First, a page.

Louisville appeals to reverse ‘excessive’ NCAA sanctions

Rick Pitino, Andre McGee
FILE - In this Feb. 12, 2009, file photo Louisville coach Rick Pitino, left, talks with guard Andre McGee during the first half of an NCAA college basketball game against Notre Dame in South Bend, Ind. Attorney Larry Wilder said Thursday, Nov. 12, 2015, via text to The Associated Press that his client, Katina Powell, will meet with the NCAA as part of its investigation, one of four ongoing reviews launched since Powell alleged McGee paid her $10,000 for 22 shows from 2010-14 at the players' dormitory. Pitino has denied knowledge of the activities described in a book by Powell and has said he will not resign despite the firestorm that has followed since the book's online release on Oct. 3. (AP Photo/Joe Raymond, File)

(AP) — Louisville says in an appeal that the NCAA’s Committee on Infractions imposed “grossly excessive” penalties in ordering the vacation of its 2013 men’s basketball championship and tournament revenue for a sex scandal.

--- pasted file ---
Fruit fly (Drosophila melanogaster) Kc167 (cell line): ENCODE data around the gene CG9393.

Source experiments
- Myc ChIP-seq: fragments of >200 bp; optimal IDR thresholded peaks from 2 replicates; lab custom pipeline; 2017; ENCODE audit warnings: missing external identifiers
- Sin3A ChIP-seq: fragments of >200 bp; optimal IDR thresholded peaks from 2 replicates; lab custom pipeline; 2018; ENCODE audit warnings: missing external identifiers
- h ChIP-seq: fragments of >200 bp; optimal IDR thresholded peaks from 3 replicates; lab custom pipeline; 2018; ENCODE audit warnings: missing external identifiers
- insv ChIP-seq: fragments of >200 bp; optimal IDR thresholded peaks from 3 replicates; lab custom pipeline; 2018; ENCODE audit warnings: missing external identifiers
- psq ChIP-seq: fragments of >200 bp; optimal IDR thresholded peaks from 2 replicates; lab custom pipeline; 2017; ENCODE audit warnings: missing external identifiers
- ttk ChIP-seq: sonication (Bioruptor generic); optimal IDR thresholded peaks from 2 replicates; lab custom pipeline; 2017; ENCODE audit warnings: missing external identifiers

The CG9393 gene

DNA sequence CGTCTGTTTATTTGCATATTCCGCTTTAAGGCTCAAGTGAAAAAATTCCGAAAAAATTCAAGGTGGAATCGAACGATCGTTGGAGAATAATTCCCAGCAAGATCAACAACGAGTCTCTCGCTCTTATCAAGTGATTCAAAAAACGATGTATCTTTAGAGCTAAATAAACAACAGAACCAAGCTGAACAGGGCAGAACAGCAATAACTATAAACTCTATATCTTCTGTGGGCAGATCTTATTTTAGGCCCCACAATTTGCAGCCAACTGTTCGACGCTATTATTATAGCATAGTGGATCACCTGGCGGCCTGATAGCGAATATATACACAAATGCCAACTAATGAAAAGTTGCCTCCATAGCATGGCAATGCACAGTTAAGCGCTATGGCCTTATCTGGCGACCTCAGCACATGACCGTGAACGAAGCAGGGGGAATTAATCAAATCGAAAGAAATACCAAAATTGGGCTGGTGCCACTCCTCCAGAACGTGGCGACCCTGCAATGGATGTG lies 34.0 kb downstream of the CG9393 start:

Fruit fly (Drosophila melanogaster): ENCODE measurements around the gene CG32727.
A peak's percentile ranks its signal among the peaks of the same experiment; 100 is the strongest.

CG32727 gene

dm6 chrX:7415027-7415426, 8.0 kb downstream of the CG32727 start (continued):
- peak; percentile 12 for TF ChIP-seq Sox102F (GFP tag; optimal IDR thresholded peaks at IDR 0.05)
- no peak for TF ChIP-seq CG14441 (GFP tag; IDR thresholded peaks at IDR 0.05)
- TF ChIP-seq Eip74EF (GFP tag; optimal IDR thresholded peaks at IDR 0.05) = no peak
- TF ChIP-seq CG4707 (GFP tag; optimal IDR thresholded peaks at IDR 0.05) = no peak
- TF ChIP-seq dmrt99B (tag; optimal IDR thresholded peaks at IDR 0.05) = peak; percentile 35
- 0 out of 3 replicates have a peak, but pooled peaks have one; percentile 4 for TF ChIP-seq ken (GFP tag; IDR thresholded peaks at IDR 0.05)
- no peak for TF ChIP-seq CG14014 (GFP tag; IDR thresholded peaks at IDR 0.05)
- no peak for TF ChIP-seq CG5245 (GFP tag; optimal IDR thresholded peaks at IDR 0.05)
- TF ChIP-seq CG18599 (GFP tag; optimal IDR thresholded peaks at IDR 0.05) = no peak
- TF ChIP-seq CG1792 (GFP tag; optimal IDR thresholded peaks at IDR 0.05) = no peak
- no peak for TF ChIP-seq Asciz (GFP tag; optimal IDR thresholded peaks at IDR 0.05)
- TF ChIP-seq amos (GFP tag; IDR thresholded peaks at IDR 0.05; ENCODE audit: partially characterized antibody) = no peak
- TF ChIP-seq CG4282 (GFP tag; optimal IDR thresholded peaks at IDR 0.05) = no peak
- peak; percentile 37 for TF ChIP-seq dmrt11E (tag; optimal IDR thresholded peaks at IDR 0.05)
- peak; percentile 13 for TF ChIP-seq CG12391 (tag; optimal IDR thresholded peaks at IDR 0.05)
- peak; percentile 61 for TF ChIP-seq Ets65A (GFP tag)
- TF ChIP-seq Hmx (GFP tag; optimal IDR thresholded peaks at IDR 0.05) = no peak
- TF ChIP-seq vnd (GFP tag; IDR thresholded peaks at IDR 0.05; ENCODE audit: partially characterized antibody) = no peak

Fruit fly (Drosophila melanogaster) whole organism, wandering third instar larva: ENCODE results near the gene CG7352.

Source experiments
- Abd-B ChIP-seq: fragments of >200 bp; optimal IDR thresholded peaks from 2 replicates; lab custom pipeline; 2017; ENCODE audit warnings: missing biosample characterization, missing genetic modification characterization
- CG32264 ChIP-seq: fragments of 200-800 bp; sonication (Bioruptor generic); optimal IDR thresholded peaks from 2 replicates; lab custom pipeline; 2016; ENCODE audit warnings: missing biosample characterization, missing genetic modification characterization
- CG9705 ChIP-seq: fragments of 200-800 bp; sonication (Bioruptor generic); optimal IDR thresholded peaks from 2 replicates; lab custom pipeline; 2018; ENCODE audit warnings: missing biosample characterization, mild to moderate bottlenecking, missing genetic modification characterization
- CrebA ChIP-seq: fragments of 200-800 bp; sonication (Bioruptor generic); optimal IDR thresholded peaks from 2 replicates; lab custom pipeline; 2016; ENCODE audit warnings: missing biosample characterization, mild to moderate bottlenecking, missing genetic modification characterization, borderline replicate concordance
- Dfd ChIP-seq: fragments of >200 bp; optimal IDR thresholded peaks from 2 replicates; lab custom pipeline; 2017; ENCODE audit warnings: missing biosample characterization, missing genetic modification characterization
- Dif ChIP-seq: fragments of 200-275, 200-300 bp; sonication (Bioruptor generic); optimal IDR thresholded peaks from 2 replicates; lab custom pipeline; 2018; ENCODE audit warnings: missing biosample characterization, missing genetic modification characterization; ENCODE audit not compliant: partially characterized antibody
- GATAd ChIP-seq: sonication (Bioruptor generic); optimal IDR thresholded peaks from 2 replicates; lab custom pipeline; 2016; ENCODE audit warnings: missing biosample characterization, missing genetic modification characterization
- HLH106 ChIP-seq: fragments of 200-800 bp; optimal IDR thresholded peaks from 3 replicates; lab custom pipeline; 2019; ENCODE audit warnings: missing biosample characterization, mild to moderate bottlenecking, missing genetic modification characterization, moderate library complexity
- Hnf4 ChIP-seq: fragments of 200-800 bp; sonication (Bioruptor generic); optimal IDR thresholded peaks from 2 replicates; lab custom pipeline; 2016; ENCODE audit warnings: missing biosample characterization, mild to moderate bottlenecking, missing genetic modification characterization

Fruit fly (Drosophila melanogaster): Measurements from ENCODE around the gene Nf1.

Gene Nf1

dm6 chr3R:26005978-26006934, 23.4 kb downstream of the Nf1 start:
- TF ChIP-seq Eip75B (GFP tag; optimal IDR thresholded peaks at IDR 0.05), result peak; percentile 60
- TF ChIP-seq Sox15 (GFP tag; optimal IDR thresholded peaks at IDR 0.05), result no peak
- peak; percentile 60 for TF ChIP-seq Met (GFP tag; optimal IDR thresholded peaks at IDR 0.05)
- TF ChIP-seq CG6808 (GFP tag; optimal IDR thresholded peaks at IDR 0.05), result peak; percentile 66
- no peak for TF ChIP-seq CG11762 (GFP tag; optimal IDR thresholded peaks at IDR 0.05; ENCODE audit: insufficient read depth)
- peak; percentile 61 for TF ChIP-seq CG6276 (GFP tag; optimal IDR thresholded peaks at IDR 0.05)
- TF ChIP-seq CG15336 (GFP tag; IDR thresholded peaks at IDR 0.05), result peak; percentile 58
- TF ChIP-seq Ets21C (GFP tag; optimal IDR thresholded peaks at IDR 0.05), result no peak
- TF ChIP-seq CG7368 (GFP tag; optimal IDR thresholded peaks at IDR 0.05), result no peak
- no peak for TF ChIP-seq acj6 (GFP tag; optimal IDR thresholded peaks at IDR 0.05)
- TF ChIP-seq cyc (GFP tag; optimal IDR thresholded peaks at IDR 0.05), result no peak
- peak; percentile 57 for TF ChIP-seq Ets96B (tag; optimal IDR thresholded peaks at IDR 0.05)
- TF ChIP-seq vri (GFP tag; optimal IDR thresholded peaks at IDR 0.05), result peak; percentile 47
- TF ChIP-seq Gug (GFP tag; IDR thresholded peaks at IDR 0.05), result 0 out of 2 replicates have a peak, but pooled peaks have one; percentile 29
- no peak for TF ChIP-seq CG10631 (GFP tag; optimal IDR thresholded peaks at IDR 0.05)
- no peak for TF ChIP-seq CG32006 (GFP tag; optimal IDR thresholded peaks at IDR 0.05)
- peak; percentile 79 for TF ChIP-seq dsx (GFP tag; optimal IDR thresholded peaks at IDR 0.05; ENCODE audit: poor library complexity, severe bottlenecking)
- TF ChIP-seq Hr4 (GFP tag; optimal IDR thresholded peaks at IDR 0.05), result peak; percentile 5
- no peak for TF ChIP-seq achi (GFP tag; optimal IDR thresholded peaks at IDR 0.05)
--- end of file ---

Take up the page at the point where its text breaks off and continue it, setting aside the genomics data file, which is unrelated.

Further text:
The NCAA in June placed Louisville on four years’ probation and ordered that it vacate up to 123 victories, including the 2013 title and 2012 Final Four appearance. Its decision followed an investigation into an escort’s book allegations that former Cardinals staffer Andre McGee hired her and other dancers for sex parties with players and recruits from 2010-14.

Louisville’s Oct. 31 response to the Infractions Appeal Committee called the COI’s penalties “unfair” for seeking to wipe away players’ careers and vacating victories “because of the participation of a handful of student-athletes who did little wrong.”

Louisville’s appeal comes after the school’s acknowledgement in September that it’s been investigated in a federal corruption probe of the sport.